Share with your friends










Submit

Analytics Magazine

Metro areas with the best, worst markets for STEM workers

With STEM jobs expected to grow 1.7 times faster than non-STEM professions in the coming years, the personal-finance website WalletHub followed up on its “Best & Worst Cities to Find a Job” report with an in-depth analysis of 2017’s “Best & Worst Metro Areas for STEM Professionals.”

To identify the best markets for STEM workers, WalletHub’s analysts compared the 100 most populated metro areas across 17 key metrics. The data set ranges from “per-capita job openings for STEM graduates” to “annual median wage growth for STEM workers.”

The top 10 best metro areas for STEM professionals: 1. Seattle; 2. San Jose, Calif.; 3. San Francisco; 4. Boston; 5. Springfield, Mass.; 6. Austin, Texas; 7. Minneapolis; 8. Atlanta; 9. Washington, D.C.; 10. Pittsburgh.

And the 10 worst metro areas for STEM professionals: 91. Birmingham, Ala.; 92. Lakeland, Fla.; 93. Bridgeport, Conn.; 94. North Port/Sarasota, Fla.; 95. Honolulu; 96. Cape Coral, Fla.; 97. Memphis, Tenn.; 98. Deltona/Daytona Beach, Fla.; 99. McAllen, Texas; 100. Jackson, Miss.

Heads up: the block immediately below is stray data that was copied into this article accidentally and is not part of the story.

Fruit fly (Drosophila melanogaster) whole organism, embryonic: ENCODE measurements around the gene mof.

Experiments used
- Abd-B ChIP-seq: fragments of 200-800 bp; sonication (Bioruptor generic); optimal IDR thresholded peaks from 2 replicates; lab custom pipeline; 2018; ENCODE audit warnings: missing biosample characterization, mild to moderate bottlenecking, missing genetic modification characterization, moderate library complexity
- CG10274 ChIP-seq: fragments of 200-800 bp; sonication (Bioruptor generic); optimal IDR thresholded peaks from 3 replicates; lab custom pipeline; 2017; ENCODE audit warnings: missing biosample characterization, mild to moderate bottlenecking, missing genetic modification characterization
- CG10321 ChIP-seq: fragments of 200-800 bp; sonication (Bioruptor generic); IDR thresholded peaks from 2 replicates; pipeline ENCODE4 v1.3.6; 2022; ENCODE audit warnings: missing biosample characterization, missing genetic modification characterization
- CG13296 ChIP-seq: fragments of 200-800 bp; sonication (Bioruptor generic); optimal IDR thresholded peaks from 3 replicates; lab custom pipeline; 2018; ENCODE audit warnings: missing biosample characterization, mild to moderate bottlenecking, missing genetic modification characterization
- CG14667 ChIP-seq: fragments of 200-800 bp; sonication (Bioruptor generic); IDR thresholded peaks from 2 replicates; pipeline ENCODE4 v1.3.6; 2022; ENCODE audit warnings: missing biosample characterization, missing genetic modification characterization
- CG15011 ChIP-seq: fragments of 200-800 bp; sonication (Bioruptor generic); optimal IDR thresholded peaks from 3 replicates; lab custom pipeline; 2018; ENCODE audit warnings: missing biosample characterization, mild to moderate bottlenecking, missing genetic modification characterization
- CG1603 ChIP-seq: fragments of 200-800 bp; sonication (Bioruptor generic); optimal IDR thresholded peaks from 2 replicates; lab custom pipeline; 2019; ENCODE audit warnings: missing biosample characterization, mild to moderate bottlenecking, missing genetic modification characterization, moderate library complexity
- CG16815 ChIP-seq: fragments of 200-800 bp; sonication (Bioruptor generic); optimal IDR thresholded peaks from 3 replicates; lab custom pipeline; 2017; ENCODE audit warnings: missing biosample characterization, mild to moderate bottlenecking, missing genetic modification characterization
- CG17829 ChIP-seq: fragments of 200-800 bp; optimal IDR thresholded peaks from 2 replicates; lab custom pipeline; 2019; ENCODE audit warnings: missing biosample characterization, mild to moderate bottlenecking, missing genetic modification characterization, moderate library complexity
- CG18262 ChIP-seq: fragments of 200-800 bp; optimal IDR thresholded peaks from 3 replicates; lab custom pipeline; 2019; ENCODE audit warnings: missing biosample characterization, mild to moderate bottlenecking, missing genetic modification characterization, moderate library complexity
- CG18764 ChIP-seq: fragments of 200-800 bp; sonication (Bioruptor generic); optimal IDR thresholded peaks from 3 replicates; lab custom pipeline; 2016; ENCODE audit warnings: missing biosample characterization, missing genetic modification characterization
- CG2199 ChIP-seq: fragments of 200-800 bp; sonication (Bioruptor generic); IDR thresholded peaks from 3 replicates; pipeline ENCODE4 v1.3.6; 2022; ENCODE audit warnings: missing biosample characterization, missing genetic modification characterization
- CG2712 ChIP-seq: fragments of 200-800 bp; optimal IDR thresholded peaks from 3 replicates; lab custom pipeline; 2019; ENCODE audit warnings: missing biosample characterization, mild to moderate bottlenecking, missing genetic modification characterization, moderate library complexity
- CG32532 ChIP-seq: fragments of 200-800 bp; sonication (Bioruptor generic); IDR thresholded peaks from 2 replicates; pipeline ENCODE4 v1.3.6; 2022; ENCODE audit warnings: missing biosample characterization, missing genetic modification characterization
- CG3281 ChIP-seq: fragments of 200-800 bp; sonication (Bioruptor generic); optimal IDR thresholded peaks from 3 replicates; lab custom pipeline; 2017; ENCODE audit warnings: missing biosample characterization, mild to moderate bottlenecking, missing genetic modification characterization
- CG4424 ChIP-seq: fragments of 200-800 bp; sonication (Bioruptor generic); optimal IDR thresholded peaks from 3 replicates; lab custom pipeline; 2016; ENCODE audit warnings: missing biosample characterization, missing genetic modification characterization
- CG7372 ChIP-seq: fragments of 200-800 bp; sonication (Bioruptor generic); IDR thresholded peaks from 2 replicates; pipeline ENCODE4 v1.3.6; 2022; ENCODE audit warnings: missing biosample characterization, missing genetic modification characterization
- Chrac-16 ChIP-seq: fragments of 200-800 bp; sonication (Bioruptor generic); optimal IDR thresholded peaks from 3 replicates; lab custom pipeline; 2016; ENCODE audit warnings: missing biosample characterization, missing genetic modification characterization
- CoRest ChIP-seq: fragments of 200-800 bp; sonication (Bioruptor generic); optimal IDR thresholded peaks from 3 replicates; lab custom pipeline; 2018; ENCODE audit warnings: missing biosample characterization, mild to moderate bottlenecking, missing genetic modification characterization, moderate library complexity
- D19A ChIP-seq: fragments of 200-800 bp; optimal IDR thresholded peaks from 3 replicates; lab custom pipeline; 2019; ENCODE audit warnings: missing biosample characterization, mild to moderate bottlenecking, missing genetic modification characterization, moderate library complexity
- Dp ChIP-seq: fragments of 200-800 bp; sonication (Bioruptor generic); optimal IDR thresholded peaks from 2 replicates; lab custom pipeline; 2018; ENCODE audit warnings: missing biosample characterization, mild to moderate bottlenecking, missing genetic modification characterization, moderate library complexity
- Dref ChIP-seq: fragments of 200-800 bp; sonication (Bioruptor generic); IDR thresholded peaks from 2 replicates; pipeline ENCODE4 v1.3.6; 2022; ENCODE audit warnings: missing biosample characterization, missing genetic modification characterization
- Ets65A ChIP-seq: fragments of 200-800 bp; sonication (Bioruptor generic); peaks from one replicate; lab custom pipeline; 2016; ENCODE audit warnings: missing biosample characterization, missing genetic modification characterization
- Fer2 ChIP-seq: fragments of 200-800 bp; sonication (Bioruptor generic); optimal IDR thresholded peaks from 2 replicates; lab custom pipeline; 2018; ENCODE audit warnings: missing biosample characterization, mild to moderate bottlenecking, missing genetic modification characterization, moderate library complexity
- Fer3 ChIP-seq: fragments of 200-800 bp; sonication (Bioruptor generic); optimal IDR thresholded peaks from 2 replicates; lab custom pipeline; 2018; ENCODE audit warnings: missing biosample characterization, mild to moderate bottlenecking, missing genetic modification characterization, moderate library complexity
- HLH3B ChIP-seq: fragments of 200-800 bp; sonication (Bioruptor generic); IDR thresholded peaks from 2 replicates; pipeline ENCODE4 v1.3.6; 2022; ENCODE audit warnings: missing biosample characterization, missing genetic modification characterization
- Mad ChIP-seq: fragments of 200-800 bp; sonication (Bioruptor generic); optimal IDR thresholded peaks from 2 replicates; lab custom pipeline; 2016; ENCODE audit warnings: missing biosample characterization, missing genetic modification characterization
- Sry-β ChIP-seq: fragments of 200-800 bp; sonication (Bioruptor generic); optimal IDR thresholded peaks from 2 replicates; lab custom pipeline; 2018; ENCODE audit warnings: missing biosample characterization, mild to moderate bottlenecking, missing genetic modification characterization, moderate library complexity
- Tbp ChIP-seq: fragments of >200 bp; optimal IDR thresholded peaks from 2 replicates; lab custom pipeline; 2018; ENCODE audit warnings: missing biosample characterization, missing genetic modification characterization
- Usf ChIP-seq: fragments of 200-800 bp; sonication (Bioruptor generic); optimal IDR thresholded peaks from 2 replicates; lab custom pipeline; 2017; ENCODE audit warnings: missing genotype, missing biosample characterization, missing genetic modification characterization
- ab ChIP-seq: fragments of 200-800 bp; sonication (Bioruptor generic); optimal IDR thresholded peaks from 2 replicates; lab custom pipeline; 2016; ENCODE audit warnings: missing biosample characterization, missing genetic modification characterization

Other findings:

  • Atlanta has the most per-capita job openings for STEM graduates, 108, which is 54 times more than in Deltona, Fla., the metro area with the fewest at 2.
  • San Jose, Calif., has the highest percentage of all workers in STEM occupations, 22.2 percent, which is 13.1 times higher than in McAllen, Texas, the metro area with the lowest at 1.7 percent.
  • Washington has the highest projected number of STEM jobs per capita needed by 2020, 14.86 percent, which is 13.8 times higher than in Las Vegas, the metro area with the lowest at 1.08 percent.
  • Riverside, Calif., has the highest unemployment rate for residents with at least a bachelor’s degree, 6.1 percent, which is 3.2 times greater than in Des Moines, Iowa, the metro area with the lowest, 1.9 percent.
  • Houston has the highest annual median wage for STEM workers (adjusted by cost of living), $94,110, which is 2.3 times higher than in Honolulu, the metro area with the lowest at $40,223.
  • Dayton, Ohio, has the highest housing-affordability index for STEM professionals, 103.26, which is 2.1 times higher than in Honolulu, the metro area with the lowest at 48.25.